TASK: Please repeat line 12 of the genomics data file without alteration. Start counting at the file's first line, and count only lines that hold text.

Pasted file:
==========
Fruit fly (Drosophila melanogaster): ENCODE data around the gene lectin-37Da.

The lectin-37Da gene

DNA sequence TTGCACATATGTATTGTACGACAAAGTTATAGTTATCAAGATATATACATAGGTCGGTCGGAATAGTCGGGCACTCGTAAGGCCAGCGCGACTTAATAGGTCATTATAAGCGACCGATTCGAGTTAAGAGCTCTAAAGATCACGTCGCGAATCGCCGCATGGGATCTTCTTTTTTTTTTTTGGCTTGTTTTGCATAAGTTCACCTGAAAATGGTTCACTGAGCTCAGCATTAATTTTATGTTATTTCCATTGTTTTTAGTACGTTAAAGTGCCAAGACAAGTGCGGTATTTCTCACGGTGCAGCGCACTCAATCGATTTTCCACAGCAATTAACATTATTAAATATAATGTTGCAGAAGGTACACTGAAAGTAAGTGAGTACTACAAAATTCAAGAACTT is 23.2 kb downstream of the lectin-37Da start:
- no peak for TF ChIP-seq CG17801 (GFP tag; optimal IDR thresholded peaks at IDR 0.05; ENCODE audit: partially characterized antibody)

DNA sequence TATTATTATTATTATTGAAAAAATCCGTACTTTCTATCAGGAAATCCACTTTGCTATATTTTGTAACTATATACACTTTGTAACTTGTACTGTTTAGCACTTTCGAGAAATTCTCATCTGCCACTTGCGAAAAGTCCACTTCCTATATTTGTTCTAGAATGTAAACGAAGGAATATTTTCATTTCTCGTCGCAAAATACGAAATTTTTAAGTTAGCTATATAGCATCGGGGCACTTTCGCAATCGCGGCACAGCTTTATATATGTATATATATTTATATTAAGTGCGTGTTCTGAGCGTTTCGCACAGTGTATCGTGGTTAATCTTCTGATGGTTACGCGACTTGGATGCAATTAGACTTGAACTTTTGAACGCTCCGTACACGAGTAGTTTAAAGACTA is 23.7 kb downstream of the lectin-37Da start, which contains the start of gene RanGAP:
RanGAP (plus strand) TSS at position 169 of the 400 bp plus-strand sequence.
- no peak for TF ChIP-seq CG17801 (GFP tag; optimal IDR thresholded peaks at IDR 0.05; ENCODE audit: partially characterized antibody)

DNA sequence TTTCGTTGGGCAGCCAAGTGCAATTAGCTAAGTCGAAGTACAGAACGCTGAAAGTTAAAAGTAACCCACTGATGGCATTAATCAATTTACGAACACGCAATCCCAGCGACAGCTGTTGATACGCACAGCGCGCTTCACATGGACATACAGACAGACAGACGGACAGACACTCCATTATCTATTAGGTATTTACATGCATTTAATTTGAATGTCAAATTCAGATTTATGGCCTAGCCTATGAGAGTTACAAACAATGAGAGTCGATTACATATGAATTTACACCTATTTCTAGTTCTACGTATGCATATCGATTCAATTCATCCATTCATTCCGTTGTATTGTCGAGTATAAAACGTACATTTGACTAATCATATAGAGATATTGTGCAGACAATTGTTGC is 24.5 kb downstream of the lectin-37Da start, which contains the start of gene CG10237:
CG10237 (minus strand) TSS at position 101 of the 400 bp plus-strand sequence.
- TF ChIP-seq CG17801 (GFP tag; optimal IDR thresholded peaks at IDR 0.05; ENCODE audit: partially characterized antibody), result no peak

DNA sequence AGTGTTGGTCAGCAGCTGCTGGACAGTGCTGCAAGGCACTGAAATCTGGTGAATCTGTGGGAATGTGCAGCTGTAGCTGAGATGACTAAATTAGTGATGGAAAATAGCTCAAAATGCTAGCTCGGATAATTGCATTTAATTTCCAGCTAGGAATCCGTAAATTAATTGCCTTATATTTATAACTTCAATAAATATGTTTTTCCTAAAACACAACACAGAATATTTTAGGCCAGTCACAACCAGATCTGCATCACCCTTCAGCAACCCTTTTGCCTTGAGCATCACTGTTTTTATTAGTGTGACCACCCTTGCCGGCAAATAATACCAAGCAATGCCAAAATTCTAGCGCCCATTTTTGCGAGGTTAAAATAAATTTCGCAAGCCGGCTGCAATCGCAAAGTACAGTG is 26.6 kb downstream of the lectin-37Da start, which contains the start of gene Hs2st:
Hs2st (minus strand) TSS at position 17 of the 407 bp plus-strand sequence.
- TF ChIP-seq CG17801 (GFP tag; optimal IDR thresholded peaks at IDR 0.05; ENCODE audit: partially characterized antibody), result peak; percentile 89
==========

Hs2st (minus strand) TSS at position 17 of the 407 bp plus-strand sequence.